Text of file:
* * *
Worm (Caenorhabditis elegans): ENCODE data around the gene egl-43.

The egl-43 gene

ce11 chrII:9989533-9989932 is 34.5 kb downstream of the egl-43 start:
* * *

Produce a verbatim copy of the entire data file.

Worm (Caenorhabditis elegans): ENCODE data around the gene egl-43.

The egl-43 gene

ce11 chrII:9989533-9989932 is 34.5 kb downstream of the egl-43 start: